Fragile is a perfect description of her, in all ways, except for her stubbornness. That was world class, hard core. But if I had to pick something that could represent her, it would be a hibiscus (sp). Beautiful, big flower, brightly colored, but paper thin. Must be in perfect environment to thrive. I think of her when I see them. They are big and colorful but not garish. My mom always wanted to be a big personality to match my dad's but it cost her so much. It was work, and it wasn't authentic. The soil wasn't right, or the light.

Fragility is something I inherited from her. I guard my heart like she did. The shyness I hide was her shyness. My ability to breakdown a recipe by tasting it is from my mother. For many years, my mother was Well Put Together--she dressed beautifully, did her make up and hair every day, and cared how she looked. I think my desire to be stylish is from her, although our styles are very different. Karl says that he had many great conversations in her kitchen over the years, and that she loved talking to him. Well, we have that in common, too.

In some ways, I have brought to fruition in my life some of the things she dreamed about doing: finishing college, a master's degree and a doctorate. I have peace within me, and in general, a joy about being alive. I am fairly free, not having kids, so we up and go places. And I don't drink. At all. This is not to sting her memory, but to highlight it. She couldn't stop, and we lost her. I would not let this happen to me. And so the grieving for my mother has begun, four years after she's died. I feel prepared for this journey, the one put off four years ago as I boarded that plane to Chile. After grieving simply and completely for my father. I know how to grieve now. And it's time to untie the knots, wash away the acid, throw away the nasty letters, and start bathing those last terrible memories with love. And see what my heart does next.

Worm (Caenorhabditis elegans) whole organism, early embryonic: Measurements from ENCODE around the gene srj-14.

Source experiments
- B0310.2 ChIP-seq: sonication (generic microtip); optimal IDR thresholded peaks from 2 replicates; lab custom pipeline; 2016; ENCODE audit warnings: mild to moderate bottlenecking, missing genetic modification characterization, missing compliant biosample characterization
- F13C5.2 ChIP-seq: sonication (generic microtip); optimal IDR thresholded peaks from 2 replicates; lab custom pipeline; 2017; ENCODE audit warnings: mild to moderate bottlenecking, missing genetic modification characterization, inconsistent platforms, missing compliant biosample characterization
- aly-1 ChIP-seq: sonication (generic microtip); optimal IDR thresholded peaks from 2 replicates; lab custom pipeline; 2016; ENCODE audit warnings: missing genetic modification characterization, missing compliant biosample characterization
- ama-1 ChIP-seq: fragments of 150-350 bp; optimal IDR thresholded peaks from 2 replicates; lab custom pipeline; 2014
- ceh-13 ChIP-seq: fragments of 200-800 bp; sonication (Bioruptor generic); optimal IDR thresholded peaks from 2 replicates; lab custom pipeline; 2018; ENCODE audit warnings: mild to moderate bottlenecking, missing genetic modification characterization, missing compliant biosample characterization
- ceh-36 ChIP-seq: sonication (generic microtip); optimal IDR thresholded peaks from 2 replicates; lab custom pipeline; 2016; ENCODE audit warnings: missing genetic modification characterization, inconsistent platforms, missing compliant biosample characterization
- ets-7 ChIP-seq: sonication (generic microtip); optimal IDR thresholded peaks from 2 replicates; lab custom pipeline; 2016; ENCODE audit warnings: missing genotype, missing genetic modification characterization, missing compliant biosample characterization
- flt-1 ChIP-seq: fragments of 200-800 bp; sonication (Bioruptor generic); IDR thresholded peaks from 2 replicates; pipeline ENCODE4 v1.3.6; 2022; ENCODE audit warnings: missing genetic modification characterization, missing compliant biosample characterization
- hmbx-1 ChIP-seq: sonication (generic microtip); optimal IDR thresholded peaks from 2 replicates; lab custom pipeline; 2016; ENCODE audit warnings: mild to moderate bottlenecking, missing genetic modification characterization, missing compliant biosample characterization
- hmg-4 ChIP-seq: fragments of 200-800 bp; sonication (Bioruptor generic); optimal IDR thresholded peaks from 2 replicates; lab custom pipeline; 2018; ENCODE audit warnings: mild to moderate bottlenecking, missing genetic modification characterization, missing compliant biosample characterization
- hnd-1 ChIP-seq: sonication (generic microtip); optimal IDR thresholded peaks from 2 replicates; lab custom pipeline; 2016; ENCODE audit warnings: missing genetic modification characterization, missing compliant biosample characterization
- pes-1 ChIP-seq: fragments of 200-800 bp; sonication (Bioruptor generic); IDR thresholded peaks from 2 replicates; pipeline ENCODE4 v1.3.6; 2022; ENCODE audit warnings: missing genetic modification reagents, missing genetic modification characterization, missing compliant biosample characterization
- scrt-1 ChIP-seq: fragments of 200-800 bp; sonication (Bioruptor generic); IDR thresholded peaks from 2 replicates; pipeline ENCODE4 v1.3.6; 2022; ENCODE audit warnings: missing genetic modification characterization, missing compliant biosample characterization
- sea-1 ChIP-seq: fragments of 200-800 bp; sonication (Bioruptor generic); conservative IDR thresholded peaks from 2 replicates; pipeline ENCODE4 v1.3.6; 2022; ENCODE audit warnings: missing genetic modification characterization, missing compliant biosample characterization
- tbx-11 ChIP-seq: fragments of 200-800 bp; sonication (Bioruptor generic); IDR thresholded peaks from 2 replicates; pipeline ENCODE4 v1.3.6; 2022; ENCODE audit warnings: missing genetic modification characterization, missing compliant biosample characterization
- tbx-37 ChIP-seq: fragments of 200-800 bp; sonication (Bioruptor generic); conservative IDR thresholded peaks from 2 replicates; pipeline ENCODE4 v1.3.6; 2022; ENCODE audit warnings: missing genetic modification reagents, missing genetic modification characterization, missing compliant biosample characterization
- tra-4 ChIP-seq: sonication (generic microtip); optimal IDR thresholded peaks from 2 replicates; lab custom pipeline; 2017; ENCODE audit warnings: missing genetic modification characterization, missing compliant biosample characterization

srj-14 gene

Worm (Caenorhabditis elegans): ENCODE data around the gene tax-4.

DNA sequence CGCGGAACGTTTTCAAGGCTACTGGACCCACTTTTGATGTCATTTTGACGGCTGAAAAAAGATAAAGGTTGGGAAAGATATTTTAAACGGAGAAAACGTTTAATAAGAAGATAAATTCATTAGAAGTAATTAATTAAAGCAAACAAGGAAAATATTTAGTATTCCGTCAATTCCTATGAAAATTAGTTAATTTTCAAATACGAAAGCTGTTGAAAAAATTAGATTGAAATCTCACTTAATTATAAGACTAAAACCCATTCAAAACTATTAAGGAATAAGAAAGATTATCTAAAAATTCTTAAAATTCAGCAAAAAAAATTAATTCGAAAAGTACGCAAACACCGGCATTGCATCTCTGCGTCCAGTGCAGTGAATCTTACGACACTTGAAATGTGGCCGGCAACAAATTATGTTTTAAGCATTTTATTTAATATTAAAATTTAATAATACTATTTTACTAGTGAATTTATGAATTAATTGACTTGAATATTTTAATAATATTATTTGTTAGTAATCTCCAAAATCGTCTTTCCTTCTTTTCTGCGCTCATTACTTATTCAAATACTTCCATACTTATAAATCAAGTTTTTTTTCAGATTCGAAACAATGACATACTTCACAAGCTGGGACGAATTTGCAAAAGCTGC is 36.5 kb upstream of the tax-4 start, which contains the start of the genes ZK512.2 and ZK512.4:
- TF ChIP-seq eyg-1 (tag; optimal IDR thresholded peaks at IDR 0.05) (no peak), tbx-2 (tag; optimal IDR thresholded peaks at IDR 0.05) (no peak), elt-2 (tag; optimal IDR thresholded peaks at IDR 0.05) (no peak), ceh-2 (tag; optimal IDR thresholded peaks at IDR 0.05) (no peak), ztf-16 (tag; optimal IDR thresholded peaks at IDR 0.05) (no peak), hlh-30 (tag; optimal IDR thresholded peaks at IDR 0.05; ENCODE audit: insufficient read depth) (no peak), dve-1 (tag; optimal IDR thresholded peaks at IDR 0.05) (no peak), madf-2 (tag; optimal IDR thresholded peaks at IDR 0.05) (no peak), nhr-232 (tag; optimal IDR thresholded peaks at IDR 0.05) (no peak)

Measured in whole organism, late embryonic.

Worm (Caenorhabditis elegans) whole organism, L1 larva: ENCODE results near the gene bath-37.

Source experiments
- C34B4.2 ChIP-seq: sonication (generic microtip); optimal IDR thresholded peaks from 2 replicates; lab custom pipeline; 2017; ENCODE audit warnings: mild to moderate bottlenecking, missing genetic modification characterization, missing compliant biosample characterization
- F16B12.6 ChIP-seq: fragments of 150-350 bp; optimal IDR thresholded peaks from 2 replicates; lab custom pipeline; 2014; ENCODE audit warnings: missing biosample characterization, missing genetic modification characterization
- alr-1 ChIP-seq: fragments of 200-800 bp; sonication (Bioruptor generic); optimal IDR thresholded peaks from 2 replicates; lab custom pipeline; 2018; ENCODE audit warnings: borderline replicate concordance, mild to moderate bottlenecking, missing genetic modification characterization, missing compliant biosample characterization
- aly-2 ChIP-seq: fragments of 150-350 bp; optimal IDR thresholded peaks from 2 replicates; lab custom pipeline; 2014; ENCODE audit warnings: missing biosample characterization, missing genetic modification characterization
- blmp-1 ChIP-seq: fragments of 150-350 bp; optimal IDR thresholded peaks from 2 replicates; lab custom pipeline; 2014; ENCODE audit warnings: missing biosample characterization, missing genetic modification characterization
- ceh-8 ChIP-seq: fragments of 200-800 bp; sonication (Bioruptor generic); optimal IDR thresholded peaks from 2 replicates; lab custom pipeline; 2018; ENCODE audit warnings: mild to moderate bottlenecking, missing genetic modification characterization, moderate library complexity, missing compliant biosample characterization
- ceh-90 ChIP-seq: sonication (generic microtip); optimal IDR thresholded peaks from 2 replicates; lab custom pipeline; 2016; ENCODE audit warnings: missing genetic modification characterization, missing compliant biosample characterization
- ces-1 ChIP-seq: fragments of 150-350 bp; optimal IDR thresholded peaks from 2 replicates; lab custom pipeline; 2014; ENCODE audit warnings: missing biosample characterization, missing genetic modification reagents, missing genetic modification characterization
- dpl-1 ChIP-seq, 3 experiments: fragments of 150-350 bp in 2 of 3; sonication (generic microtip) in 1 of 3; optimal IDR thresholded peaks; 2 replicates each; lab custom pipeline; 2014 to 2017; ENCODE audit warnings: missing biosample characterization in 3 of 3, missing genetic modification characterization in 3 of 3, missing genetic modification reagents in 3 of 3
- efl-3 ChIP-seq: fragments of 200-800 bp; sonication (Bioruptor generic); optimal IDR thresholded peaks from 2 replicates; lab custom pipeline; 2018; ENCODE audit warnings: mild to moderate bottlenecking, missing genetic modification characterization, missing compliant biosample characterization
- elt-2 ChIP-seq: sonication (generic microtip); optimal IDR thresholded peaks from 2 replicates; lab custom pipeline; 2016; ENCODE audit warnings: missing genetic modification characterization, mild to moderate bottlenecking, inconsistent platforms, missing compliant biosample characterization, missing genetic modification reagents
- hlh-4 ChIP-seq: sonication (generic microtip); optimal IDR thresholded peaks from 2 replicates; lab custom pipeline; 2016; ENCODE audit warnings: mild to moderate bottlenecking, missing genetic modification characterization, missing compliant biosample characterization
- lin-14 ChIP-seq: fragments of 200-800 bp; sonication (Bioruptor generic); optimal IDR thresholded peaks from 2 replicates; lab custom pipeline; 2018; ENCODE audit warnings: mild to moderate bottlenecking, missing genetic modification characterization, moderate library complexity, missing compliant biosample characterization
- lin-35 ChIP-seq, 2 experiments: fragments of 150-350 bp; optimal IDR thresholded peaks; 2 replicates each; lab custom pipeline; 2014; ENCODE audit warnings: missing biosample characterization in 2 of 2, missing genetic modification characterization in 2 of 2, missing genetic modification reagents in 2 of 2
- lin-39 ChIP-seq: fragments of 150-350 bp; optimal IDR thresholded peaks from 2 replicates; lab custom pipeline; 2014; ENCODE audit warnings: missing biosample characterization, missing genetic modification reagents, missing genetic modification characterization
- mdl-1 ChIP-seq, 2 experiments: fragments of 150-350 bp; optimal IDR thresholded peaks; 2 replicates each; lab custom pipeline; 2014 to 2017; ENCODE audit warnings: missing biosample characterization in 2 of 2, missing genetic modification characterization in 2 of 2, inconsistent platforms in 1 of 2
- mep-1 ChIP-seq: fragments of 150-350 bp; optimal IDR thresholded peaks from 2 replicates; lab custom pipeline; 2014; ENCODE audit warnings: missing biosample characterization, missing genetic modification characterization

Friday, August 19, 2011

His Watch, A Talisman

My dad's watch stopped ticking August 11, 2011 at 7.40 am. I have been dreading this moment since I received the watch at the funeral home. For some reason, at the time, I expected it to stop ticking when he died. Childish, I know.  Time did stop for him, and it sure did for me. For over a year, I checked it every day, to make sure it was still working. I needed to know it was still working. There was something comforting about it still working. I feared how I'd feel when it stopped. Afraid of the finality--this watch, that was on my father's wrist every day for years, the last time on December 27, 2009 as he went into the hospital--as long as the watch was ticking, I was still somehow connected to him. It is really hard to give this the right words. He was alive--the watch was working. There's an obvious representation there that I cannot see clearly, meaning I can't forge the words to really talk about it with anyone. As long as the watch worked, I had some working, pulsing, thing that worked while he was alive.  I checked it every day for over a year. Over a year and a half.

Very recently, I decided it would work forever (yet another Childish moment), so I brought it to the jeweler to take some links off the bracelet so I could wear it. I wore it for a few days, but it distracted me. It reminded me of all the times I'd seen him wear it, and too, when I saw it on my wrist was reminded why I had it. I took it off that afternoon, and put it in my jewelry box.  But it still worked, so that was something, right?

Yesterday I picked up the watch after the realization a few weeks ago. I was so convinced it would be working.  I had to double check the time. I didn't think it was 7.40 am.  My heart believed the watch knew better. For a split second, I was ready to believe it was 7.40.  Why not?  It *was* morning. It *was* a Thursday. Why not?

Silly girl. It's 11.30, near noon. You woke up at 7.40.

A sign? Was that a sign? I've had a few, and this wasn't one. Or, at least the universe was a week late. To the day, to the hour.

Why brush it off? Okay, it was a sign. But of what? I know my father's watching over me, is with me. Maybe some signs take time to reach us.